¶ 14 Carlson was classified as a permanent status employee with ADEQ and therefore could be dismissed only for cause.   See State Pers. Comm'n v. Webb, 18 Ariz.App. 69, 73, 500 P.2d 329, 333 (1972) (construing predecessor statute to A.R.S. § 41-770).   Accordingly, he had a constitutionally protected property interest in continued employment that entitled him to due process before he could be terminated.  Cleveland Bd. of Educ. v. Loudermill, 470 U.S. 532, 542, 105 S.Ct. 1487, 84 L.Ed.2d 494 (1985) (“An essential principle of due process is that a deprivation of life, liberty, or property ‘be preceded by notice and an opportunity for hearing appropriate to the nature of the case.’ ”) (quoting Mullane v. Central Hanover Bank & Trust Co., 339 U.S. 306, 313, 70 S.Ct. 652, 94 L.Ed. 865 (1950));  see also Morrissey v. Brewer, 408 U.S. 471, 481, 92 S.Ct. 2593, 33 L.Ed.2d 484 (1972) (stating that due process is a flexible concept calling for such procedural protections as the particular situation demands).   In addition, Carlson also had a statutorily granted right to a post-termination administrative appeal.  A.R.S. § 41-785.

 ¶ 15 As an employee who had a constitutionally protected property interest in his employment, Carlson was required to be given “some kind of hearing” before his discharge.  Loudermill, 470 U.S. at 542, 105 S.Ct. 1487 (citation omitted).   Because the purpose of a pre-termination hearing is not to conclusively establish the propriety of dismissal but to serve as “an initial check against mistaken decisions-essentially, a determination of whether there are reasonable grounds to believe that charges against the employee are true and support the proposed action[,]” id. at 545-46, 105 S.Ct. 1487, the hearing “need not be elaborate” as long as notice and an opportunity to be heard are provided.  Id. at 545, 105 S.Ct. 1487.   A permanent public employee “is entitled to oral or written notice of the charges against him, an explanation of the employer's evidence, and an opportunity to present his side of the story” in person or in writing.  Id. at 546, 105 S.Ct. 1487.   ADEQ observed Carlson's constitutional rights by providing him written notice of the charges against him and an explanation of the evidence supporting those charges, and giving him an opportunity to present his side of the story in writing.   When coupled with his statutory right to a full evidentiary hearing as part of a post-termination administrative appeal, see § 41-785(B), we conclude that Carlson received all the constitutional process to which he was due at the pre-termination stage.4  Indeed, “[t]o require more than this prior to termination would intrude to an unwarranted extent on the government's interest in quickly removing an unsatisfactory employee.” Loudermill, 470 U.S. at 546, 105 S.Ct. 1487.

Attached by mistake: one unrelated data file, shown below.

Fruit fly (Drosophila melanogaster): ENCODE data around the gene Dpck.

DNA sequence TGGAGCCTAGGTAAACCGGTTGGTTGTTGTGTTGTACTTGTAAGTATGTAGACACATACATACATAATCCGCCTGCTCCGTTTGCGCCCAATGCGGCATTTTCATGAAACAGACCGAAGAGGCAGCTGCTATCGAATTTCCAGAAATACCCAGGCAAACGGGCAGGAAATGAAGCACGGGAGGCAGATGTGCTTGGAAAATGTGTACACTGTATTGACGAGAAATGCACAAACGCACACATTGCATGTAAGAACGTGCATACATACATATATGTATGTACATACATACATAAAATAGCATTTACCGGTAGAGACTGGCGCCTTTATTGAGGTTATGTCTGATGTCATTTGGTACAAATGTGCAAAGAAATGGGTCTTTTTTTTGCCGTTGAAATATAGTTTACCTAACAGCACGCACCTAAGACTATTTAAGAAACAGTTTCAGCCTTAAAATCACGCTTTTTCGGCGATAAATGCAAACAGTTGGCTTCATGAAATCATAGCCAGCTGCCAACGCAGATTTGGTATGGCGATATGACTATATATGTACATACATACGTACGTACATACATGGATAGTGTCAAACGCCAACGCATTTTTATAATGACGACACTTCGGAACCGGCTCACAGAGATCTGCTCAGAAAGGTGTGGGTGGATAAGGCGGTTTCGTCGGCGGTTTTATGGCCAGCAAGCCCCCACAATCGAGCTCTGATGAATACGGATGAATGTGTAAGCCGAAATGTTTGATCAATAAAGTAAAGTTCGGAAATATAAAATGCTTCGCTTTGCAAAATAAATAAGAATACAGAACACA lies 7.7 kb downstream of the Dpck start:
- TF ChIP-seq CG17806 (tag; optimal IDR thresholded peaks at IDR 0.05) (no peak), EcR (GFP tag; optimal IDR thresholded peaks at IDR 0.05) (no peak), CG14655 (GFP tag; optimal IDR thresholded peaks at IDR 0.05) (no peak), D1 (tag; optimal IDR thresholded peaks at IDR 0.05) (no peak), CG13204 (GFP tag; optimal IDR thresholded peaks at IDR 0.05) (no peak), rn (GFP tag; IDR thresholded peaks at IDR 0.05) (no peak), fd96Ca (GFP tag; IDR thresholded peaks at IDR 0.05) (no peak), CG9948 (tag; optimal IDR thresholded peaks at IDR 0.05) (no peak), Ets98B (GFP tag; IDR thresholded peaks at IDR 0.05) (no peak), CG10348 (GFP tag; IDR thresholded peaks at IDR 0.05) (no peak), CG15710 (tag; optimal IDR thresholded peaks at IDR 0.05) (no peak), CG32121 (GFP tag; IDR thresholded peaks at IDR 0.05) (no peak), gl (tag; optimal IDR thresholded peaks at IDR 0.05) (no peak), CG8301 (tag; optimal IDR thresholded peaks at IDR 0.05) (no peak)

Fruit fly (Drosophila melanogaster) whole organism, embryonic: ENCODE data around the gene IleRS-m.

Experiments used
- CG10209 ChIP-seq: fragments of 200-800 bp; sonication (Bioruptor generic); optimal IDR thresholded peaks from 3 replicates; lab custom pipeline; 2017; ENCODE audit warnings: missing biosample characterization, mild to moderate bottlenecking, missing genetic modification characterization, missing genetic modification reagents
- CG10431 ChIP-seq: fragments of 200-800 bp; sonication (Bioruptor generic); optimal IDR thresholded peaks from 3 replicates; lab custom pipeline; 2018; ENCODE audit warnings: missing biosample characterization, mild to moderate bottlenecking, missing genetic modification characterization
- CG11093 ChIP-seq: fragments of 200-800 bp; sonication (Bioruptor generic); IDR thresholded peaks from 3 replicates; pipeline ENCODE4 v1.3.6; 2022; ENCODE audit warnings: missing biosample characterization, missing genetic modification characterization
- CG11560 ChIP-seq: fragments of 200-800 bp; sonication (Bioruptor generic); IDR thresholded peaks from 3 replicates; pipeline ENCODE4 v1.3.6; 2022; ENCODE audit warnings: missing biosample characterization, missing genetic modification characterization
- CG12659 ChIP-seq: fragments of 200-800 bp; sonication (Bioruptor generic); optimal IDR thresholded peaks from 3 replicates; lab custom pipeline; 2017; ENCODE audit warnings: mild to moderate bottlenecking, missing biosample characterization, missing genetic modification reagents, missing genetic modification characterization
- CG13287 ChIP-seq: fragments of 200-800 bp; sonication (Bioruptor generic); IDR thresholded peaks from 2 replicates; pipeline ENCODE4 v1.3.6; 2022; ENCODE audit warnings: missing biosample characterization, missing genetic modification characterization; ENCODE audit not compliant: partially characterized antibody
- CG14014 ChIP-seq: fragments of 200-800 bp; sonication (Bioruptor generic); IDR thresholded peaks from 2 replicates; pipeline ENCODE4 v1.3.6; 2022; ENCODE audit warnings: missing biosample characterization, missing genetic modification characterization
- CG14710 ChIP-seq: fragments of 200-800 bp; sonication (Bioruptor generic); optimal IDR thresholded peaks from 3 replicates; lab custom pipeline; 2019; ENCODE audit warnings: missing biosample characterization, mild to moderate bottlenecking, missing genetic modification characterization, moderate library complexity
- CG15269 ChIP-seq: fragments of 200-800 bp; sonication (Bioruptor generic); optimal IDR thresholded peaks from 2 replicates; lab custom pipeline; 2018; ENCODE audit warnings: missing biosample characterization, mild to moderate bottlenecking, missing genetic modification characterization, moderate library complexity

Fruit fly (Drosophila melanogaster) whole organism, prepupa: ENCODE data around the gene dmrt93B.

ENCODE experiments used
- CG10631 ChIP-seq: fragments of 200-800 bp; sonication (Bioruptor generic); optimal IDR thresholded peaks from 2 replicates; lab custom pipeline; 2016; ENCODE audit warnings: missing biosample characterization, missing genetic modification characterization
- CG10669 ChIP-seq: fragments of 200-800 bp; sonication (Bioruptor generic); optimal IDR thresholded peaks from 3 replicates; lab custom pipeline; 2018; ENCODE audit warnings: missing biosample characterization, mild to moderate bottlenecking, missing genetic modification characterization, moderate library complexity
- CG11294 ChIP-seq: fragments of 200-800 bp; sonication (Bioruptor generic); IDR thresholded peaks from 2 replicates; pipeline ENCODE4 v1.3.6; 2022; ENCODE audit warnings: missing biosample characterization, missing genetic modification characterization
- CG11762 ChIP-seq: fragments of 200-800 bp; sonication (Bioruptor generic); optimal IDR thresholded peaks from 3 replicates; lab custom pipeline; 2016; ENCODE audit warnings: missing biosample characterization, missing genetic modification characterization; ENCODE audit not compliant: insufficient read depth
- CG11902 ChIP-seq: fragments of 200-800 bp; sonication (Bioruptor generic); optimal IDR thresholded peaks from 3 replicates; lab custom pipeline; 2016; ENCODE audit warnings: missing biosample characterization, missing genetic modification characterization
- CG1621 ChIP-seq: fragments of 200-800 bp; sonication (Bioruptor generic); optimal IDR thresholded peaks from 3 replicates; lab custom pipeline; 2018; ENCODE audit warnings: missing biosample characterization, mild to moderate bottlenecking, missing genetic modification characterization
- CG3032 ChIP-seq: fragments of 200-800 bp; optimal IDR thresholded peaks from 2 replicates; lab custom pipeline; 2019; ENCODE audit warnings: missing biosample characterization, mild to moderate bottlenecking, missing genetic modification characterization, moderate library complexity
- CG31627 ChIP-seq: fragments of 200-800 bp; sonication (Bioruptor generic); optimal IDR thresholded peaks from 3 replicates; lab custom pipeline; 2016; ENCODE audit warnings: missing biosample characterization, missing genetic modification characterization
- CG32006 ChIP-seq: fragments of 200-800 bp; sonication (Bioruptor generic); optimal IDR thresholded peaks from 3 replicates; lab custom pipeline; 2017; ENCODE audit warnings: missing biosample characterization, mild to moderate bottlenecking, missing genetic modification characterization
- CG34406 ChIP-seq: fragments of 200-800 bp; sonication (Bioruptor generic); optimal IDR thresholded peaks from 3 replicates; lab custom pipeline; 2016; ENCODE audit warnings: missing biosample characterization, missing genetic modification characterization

¶ 16 Having concluded that Carlson was not deprived of due process by the pre-termination procedures, we turn now to the post-termination procedures commencing with the Notice of Dismissal.   In Loudermill, one of the primary reasons the Supreme Court approved less-than-rigorous pre-termination procedures was because of the right to a statutorily mandated administrative review and its guarantee of a full evidentiary hearing with attendant procedural protections.  Id. (“Our holding rests in part on the provisions in Ohio law for a full post-termination hearing.”);   see Deuel v. Ariz. State Sch. for the Deaf and Blind, 165 Ariz. 524, 526, 799 P.2d 865, 867 (App.1990) (interpreting Loudermill as requiring the government to “fulfill its obligation to provide a meaningful hearing” when an employee is removed pursuant to informal pre-termination procedures).